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NBME 18 Answers

nbme18/Block 1/Question#1 (11.9 difficulty score)
During a study of the regulation of ...
F (cell diagram)🔍
tags: cell_transport cell_trafficking cell_bio 

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 +6 
submitted by azibird(158),

This is the most poorly drawn cell diagram. I see zero ribosomes, so I figured F was the smooth endoplasmic reticulum. However, now I can see that the curved organelle is the golgi apparatus and F must represent the whole endoplasmic reticulum.

I believe plasma membrane proteins are synthesized in the rough endoplasmic reticulum.

FA2020 p46 Rough endoplasmic reticulum Site of synthesis of secretory (exported) proteins and of N-linked oligosaccharide addition to lysosomal and other proteins.

Free ribosomes—unattached to any membrane; site of synthesis of cytosolic, peroxisomal, and mitochondrial proteins.

Smooth endoplasmic reticulum Site of steroid synthesis and detoxification of drugs and poisons. Lacks surface ribosomes. Location of glucose-6-phosphatase (last step of glycogenolysis).

nbmeanswersownersucks  I was under the impression that translation of transmembrane proteins begins with ribosomes in the cytoplasm that then translocate to the rough ER once the signal sequence is reached by the ribosome? i.e. technically translation begins in the cytoplasm but finishes in the rough ER. Am I wrong about that? +4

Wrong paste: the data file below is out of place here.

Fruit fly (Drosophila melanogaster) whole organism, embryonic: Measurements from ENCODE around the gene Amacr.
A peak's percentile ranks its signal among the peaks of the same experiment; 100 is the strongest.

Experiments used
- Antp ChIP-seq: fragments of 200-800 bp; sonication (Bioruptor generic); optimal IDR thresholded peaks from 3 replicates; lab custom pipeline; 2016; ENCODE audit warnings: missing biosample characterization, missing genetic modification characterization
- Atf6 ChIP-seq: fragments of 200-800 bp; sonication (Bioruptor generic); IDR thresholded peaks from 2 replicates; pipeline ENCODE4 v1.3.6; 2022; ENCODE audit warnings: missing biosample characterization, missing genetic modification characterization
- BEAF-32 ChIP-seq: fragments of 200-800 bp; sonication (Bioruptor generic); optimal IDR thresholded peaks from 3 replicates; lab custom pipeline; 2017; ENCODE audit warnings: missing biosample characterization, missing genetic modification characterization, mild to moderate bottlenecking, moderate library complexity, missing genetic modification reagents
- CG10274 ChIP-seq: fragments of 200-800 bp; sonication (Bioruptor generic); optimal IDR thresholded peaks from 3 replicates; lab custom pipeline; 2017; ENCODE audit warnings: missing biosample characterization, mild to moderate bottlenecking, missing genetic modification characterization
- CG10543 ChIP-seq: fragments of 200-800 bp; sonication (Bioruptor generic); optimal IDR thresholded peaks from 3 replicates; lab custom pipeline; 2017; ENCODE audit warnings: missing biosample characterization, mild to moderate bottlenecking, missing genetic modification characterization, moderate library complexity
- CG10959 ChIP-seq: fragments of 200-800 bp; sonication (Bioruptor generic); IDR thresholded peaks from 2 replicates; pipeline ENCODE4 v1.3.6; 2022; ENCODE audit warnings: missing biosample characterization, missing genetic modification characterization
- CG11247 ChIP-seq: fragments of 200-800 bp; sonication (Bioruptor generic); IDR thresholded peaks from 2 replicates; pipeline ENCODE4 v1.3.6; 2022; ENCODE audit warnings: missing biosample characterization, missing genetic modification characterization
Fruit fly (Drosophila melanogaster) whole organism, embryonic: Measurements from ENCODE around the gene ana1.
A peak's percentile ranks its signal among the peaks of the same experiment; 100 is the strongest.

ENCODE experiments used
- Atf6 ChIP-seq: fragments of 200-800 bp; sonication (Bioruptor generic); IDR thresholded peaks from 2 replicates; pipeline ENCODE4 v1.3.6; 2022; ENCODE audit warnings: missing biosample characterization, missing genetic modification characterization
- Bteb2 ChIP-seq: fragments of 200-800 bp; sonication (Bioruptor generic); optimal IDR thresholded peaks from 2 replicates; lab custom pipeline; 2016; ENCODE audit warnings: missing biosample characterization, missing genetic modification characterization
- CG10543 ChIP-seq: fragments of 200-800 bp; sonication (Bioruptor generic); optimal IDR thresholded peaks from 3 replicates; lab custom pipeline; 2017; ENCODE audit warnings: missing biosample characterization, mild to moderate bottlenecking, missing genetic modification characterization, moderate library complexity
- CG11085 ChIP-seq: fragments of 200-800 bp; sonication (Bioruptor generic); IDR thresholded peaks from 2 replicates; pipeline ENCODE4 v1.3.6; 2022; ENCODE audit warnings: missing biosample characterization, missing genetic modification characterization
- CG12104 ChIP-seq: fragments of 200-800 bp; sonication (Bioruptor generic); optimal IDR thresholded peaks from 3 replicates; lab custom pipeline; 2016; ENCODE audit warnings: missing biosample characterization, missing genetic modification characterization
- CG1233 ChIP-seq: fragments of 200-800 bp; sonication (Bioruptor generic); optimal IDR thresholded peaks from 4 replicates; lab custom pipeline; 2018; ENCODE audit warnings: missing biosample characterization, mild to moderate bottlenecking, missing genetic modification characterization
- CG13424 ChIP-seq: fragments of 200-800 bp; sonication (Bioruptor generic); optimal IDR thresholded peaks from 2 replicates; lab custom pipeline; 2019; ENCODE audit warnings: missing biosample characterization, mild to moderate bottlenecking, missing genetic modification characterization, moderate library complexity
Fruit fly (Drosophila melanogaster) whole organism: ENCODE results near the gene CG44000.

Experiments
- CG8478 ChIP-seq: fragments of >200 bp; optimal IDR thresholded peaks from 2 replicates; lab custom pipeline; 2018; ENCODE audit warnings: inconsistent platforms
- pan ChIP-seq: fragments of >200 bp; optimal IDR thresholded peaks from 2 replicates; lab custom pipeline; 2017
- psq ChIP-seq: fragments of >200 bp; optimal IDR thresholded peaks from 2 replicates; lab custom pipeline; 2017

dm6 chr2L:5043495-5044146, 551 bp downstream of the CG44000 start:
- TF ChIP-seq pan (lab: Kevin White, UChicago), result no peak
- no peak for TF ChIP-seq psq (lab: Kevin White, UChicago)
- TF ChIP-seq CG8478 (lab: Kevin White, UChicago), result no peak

nbmeanswersownersucks  It was UWORLD 6544 about insulin translation. They state that the translation is initiated in the cytoplasm then relocates to the RER (d/t the signal sequence) and is finished there. So is there a difference in translation steps for proteins that are excreted like insulin and transmembrane proteins? +2  
nsinghey  Same, I am not sure about this. My best guess is that since insulin is not a functional protein, it is not synthesized in the RER (even though it it excreted from the cell). Actual proteins are made in the RER +2  
kevster123  I just put F cause it said transmembrane domains and I know the rough ER got a lot of balls on it that translate it through and to translate through the balls you're passing through membranes. +  
drdoom  @nbmeanswersownersucks @nsinghey et al. There is extensive discussion of this on an NBME 24 thread. This link will take you to the comments (just don't scroll up to spoil the answer for yourself!): https://nbmeanswers.com/exam/nbme24/939#1379 +  
drdoom  also, this thread from NBME 21 discusses cell transport more generally (same warnings apply! don't scroll up!): https://nbmeanswers.com/exam/nbme21/742#257 +  
brise  The question is saying where is it initially produced? It is produced in the RER, therefore F. Not asking where it's production starts- asking where is it produced etc. +  

Related discussions from other NBMEs:

https://nbmeanswers.com/exam/nbme24/939#1379

https://nbmeanswers.com/exam/nbme21/742#257

+/- drdoom(812),

^ SPOILER ALERTS. DO NOT SCROLL UP AFTER CLICKING LINKS! :)

+/- drdoom(812),